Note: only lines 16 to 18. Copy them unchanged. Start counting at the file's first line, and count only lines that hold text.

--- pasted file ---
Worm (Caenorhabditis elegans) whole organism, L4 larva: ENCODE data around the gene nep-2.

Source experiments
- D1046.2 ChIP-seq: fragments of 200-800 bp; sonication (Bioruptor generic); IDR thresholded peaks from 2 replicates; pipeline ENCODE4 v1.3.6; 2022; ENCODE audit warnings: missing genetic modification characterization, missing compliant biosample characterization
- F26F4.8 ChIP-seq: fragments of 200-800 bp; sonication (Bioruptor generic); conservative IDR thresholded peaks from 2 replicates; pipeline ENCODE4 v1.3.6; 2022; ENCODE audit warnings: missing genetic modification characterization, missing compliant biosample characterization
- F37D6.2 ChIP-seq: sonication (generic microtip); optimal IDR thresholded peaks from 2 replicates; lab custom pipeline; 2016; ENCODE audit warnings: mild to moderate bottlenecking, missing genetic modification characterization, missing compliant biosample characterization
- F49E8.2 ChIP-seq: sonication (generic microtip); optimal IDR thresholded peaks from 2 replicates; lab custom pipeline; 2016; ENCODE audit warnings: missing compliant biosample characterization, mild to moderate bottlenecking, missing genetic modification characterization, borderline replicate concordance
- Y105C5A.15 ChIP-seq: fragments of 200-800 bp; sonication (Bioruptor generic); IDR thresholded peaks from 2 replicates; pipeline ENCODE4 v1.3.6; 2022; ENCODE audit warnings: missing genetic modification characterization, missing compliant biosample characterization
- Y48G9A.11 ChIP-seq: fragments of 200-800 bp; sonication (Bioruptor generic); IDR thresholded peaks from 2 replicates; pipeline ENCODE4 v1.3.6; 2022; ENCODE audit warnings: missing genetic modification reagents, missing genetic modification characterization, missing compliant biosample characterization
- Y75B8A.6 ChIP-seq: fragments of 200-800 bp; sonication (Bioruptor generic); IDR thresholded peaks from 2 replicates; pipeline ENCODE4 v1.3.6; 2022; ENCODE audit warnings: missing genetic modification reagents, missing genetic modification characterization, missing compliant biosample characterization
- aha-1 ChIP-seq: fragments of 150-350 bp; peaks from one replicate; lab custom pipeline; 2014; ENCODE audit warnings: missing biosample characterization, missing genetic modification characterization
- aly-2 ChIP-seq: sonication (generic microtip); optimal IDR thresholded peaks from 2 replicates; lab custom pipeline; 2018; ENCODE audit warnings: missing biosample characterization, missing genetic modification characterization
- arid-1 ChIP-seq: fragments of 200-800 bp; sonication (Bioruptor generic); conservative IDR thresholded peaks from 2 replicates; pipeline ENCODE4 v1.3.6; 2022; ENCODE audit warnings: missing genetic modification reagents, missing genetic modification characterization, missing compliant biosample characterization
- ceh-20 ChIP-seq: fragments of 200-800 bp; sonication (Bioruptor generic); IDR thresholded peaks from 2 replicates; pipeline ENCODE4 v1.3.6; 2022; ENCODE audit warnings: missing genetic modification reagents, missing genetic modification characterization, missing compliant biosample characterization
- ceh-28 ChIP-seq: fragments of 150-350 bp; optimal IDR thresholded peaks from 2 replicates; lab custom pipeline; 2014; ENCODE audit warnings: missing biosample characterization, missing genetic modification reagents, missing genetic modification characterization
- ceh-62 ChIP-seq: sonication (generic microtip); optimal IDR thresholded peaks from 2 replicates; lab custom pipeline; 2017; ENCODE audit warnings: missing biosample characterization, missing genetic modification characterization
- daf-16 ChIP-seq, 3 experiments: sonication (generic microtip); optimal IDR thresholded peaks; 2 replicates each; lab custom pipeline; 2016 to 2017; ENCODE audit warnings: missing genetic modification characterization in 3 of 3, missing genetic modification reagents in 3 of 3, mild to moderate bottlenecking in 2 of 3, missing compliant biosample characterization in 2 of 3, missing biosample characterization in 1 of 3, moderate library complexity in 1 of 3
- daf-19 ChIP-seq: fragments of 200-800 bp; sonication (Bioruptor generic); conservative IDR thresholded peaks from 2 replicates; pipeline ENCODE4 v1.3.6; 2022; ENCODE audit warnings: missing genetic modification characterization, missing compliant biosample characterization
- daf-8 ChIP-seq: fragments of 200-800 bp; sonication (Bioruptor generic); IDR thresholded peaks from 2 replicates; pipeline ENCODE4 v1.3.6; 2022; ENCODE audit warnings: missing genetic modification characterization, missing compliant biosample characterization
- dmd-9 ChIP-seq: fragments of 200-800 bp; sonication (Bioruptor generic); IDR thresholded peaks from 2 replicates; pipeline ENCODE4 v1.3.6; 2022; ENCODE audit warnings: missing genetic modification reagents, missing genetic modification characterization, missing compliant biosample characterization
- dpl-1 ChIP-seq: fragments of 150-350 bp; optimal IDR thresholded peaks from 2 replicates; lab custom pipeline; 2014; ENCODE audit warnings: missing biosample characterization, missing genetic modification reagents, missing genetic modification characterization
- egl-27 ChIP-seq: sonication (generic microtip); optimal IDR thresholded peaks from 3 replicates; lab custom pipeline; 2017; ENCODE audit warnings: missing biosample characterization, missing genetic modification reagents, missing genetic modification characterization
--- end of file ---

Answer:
- daf-16 ChIP-seq, 3 experiments: sonication (generic microtip); optimal IDR thresholded peaks; 2 replicates each; lab custom pipeline; 2016 to 2017; ENCODE audit warnings: missing genetic modification characterization in 3 of 3, missing genetic modification reagents in 3 of 3, mild to moderate bottlenecking in 2 of 3, missing compliant biosample characterization in 2 of 3, missing biosample characterization in 1 of 3, moderate library complexity in 1 of 3
- daf-19 ChIP-seq: fragments of 200-800 bp; sonication (Bioruptor generic); conservative IDR thresholded peaks from 2 replicates; pipeline ENCODE4 v1.3.6; 2022; ENCODE audit warnings: missing genetic modification characterization, missing compliant biosample characterization
- daf-8 ChIP-seq: fragments of 200-800 bp; sonication (Bioruptor generic); IDR thresholded peaks from 2 replicates; pipeline ENCODE4 v1.3.6; 2022; ENCODE audit warnings: missing genetic modification characterization, missing compliant biosample characterization